Kiwifruit is a rich source of vitamin C, 1.5 times the DRI scale in the US. Its potassium content by weight is slightly less than that of a banana. It also contains vitamin E, and a small amount of vitamin A. The skin is a good source of flavonoid antioxidants. The kiwifruit seed oil contains on average 62% alpha-linolenic acid, an omega-3 fatty acid. Usually a medium size kiwifruit contains about 46 calories, 0.3 g fats, 1 g protein, 11 g carbohydrates, 75 mg vitamins and 2.6 g dietary fiber. Kiwifruit is often reported to have mild laxative effects, due to the high level of dietary fiber.
Raw kiwifruit is also rich in the protein-dissolving enzyme actinidin, (in the same family of thiol proteases as papain), which is commercially useful as a meat tenderizer but can be an allergen for some individuals. Specifically, people allergic to latex, papayas or pineapples are likely to also be allergic to kiwifruit. The fruit also contains calcium oxalate crystals in the form of raphides. Reactions to these chemicals include sweating, tingling and sore mouth or throat; swelling of the lips, tongue and face; rash; vomiting and abdominal pain, heartburn; and, in the most severe cases, breathing difficulties, wheezing and collapse. The most common symptoms are unpleasant itching and soreness of the mouth, with the most common severe symptom being wheezing. Severe symptoms are most likely to occur in young children.
Actinidin also makes raw kiwifruit unsuitable for use in desserts containing milk or any other dairy products which are not going to be served within hours, because the enzyme soon begins to digest milk proteins. This applies to gelatin-based desserts as well, as the actinidin will dissolve the collagen proteins in gelatin very quickly, either liquifying the dessert, or preventing it from solidifying. However, the U.S. Department of Agriculture suggests that cooking the fruit for a few minutes before adding it to the gelatin will overcome this effect. Sliced kiwifruit has long been regularly used as a garnish atop whipped cream on New Zealand's national dessert, the pavlova. It can also be used in curry.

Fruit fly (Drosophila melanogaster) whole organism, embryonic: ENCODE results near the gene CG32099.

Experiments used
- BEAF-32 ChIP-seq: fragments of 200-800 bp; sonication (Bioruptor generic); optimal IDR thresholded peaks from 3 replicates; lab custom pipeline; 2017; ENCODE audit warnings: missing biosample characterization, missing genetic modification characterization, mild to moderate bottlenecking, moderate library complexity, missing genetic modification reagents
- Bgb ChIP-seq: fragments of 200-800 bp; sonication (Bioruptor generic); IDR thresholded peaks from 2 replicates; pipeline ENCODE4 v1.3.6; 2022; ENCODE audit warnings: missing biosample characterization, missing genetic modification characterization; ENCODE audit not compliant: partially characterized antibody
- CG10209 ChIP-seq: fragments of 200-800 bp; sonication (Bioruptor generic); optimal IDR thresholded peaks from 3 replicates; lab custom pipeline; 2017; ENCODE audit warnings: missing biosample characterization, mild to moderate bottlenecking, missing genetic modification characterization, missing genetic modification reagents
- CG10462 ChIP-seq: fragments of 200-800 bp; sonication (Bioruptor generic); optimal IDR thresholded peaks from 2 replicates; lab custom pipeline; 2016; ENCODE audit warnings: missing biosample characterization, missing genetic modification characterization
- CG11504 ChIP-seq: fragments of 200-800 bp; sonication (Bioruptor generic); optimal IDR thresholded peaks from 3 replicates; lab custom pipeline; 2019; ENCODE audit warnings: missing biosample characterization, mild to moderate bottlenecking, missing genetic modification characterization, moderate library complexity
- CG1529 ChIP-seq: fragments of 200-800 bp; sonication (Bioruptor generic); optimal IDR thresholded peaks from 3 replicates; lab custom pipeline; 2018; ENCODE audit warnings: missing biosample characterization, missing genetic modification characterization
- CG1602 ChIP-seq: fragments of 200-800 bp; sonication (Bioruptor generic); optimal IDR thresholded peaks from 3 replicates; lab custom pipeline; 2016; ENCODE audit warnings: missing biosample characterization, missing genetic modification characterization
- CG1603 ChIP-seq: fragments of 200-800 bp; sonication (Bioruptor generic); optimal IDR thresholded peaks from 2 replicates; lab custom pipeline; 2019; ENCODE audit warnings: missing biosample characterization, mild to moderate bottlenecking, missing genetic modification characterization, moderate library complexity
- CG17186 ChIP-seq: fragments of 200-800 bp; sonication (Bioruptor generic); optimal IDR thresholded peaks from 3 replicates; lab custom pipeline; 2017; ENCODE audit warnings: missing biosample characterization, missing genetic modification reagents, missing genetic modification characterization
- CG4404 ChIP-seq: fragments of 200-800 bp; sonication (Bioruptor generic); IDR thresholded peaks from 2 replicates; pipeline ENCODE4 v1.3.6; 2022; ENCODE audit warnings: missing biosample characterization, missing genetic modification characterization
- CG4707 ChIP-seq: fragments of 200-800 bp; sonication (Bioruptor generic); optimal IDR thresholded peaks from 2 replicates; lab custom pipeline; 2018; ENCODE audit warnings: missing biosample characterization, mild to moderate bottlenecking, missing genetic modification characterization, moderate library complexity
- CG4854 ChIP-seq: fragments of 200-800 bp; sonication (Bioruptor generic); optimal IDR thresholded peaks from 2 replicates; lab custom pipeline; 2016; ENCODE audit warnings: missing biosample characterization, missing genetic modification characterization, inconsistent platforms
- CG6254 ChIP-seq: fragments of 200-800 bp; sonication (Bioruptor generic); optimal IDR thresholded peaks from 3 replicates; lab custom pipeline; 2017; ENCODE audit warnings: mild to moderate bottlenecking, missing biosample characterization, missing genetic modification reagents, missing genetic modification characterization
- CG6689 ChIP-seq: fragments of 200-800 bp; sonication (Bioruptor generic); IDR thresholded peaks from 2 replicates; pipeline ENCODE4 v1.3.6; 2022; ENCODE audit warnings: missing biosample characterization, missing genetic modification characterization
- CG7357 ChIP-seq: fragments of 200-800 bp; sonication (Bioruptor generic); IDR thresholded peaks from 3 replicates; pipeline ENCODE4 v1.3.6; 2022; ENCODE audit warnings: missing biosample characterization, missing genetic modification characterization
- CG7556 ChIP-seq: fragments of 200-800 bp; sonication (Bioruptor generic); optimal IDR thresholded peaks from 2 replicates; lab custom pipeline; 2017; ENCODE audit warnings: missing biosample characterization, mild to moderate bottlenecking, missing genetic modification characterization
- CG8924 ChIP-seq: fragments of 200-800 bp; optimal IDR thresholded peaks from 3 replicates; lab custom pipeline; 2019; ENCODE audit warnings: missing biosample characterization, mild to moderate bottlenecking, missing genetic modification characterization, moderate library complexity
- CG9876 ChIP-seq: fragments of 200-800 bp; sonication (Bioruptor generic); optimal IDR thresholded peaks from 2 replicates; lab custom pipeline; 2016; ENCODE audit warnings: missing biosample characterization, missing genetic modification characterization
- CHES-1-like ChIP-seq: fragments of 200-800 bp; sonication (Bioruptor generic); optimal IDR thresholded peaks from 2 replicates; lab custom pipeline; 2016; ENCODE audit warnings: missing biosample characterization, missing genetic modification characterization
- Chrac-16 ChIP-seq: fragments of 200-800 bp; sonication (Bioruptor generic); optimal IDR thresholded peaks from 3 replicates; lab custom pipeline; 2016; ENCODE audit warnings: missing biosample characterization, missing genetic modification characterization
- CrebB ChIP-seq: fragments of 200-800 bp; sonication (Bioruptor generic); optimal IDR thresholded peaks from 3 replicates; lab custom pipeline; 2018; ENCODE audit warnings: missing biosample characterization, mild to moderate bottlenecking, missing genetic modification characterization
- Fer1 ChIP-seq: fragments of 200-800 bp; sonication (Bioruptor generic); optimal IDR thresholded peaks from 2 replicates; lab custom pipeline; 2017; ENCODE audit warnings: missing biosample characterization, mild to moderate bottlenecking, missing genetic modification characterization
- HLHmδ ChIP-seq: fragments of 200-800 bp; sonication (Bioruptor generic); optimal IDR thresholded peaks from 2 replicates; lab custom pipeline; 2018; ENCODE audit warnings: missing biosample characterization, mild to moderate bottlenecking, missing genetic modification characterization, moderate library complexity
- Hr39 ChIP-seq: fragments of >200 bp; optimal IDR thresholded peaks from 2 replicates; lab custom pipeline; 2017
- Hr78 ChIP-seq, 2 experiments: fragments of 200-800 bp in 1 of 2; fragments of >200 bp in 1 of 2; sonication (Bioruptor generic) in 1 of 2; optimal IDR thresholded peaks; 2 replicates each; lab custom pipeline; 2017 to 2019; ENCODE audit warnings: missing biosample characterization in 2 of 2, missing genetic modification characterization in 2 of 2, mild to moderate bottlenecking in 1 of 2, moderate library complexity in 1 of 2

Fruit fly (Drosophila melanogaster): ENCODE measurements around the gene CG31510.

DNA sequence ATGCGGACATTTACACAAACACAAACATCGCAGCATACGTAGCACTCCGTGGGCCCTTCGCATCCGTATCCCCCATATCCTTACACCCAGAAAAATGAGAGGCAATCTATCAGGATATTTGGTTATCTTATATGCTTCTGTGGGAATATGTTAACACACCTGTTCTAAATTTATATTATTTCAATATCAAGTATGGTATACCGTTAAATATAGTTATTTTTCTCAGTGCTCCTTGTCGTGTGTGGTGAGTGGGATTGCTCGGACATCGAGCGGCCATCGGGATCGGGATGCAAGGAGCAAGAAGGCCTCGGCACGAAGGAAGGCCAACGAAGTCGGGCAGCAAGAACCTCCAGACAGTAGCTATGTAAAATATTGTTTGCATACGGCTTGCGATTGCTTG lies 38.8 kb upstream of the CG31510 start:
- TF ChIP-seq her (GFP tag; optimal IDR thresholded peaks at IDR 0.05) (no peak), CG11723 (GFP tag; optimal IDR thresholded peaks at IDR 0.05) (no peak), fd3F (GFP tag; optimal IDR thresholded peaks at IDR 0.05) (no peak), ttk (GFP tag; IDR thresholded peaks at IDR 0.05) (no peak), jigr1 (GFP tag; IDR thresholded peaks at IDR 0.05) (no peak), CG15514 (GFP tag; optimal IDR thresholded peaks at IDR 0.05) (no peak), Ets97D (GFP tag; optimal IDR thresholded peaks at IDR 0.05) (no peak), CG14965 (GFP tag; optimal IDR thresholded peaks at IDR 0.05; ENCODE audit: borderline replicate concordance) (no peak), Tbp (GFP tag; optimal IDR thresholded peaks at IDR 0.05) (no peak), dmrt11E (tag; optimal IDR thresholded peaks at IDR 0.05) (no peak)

Kiwifruit components, possibly involving vitamin E and omega-3 fatty acids from its numerous edible seeds, have potential properties of a natural blood thinner. A study performed at the University of Oslo in Norway revealed that—similar to popular mainstream aspirin therapy—consuming two to three kiwifruit daily for 28 days significantly reduced platelet aggregation and blood triglyceride levels, potentially reducing the risk of blood clots.
The kiwifruit skin is edible and contains high amounts of dietary fiber. In a fully matured kiwifruit one study showed that this as much as tripled the fiber content of the fruit. In addition, as many of the vitamins are stored immediately under the skin, leaving the skin intact greatly increases the vitamin C consumed by eating a single piece of kiwifruit when compared to eating it peeled. As with all fruit, it is recommended that if eating the skin, the fruit be washed prior to consumption. Kiwifruit is a natural source of carotenoids, such as beta-carotene, lutein and zeaxanthin.
Kiwifruit, fresh, raw : Nutritional value per 100 g (3.5 oz)
Energy 255 kJ (61 kcal) | Carbohydrates 14.66 g
Sugars 8.99 g | Dietary fiber 3.0 g | Fat 0.52 g
Protein 1.14 g | - lutein and zeaxanthin 122 μg
Thiamine (Vit. B1) 0.027 mg (2%)
Riboflavin (Vit. B2) 0.025 mg (2%)
Niacin (Vit. B3) 0.341 mg (2%) | Vitamin B6 0.63 mg (48%)
Folate (Vit. B9) 25 μg (6%) | Vitamin C 92.7 mg (155%)
Vitamin E 1.5 mg (10%) | Vitamin K 40.3 μg (38%)
Calcium 34 mg (3%) | Iron 0.31 mg (2%)
Magnesium 17 mg (5%) | Manganese 0.098 mg
Phosphorus 34 mg (5%) | Potassium 312 mg (7%)
Sodium 3 mg (0%) | Zinc 0.14 mg (1%)
Percentages are relative to US recommendations for adults.
Source: USDA Nutrient database